The Economics of Frugal Innovation Technological Change for Inclusion and Sustainability

By Christian Le Bas, Professor of Economics, ESDES Lyon Business School, Lyon Catholic University, France

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Frugal innovation (FI thereafter) has been garnering great research interest in the last two decades. The literature tells us a new frugal product is associated with a substantial reduction in costs compared to a standard product due to the limited number of basic functionalities while having a minimum level of technological and ecological performance. Because its manufacturing cost is also reduced, its price is lower compared to those of more standard products, as a consequence, it can be purchased by consumers with low incomes. Such a new type of innovation provides valuable products for low-income communities contributing to economic inclusion in the process of consumption. FI is therefore, inclusive. This type of new product is more durable, simple, efficient, less technologically sophisticated and costly. In the past, located in emerging countries it is today more “global”, gaining followers in developed economies. In this context, FI shows strong potential to foster inclusion and sustainability effectively.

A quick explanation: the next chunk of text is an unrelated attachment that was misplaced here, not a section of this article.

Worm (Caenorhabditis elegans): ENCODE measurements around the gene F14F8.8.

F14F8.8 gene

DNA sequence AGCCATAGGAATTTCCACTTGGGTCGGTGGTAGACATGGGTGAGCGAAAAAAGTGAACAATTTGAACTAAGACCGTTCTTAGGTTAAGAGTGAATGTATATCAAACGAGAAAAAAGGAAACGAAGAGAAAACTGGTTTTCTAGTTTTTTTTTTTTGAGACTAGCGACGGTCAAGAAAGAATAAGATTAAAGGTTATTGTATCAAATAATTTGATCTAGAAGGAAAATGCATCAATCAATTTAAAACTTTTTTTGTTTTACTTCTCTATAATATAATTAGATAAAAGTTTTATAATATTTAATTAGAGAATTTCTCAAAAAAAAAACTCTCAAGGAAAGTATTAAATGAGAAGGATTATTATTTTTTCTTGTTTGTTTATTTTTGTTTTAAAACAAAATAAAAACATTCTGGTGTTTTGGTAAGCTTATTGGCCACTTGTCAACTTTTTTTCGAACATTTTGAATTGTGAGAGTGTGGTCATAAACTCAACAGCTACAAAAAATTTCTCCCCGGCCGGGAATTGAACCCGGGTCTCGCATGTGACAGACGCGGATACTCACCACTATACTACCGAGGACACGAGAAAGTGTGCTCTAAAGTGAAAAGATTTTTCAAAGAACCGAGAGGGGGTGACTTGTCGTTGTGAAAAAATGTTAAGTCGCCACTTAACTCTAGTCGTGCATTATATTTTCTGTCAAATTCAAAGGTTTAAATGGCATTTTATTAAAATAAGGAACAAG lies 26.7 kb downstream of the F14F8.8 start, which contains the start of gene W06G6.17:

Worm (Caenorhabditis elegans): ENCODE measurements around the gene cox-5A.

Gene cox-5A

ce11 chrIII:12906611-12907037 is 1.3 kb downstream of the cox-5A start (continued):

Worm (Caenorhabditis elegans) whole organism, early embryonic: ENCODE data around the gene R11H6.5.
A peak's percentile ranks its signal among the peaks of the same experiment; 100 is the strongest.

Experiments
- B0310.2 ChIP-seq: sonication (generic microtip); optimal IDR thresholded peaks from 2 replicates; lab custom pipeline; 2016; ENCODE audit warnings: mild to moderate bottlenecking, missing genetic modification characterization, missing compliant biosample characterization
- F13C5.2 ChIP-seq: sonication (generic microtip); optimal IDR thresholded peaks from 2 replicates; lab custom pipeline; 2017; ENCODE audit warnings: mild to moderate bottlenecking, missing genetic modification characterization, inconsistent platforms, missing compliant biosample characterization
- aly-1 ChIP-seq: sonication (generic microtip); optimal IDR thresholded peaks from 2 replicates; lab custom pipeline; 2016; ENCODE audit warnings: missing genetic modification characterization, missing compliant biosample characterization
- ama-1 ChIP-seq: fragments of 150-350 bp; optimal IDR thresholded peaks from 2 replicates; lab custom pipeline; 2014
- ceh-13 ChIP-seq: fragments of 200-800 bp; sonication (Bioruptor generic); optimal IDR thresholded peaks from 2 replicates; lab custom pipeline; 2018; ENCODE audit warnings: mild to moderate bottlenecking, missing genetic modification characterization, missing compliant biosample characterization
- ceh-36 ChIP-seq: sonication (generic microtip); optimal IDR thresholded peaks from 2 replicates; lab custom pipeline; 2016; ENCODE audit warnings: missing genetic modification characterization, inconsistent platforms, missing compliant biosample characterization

We show in the book, FI is part of a new technological paradigm. The size of the product is smaller, and the number of functionalities/components is reduced (product therefore easier to recycle). As a consequence, the product is more reliable (it has a longer lifespan) and less technological complex (easier to repair). The core of this new paradigm is therefore design simplification. As a result, there is less pressures on natural resources. It can be manufactured more easily/quickly and therefore saves energy. Consequently, FI is a green (or environmental) innovation. In the current period the frugal product seems to interest consumers who are ecologically virtuous by choice.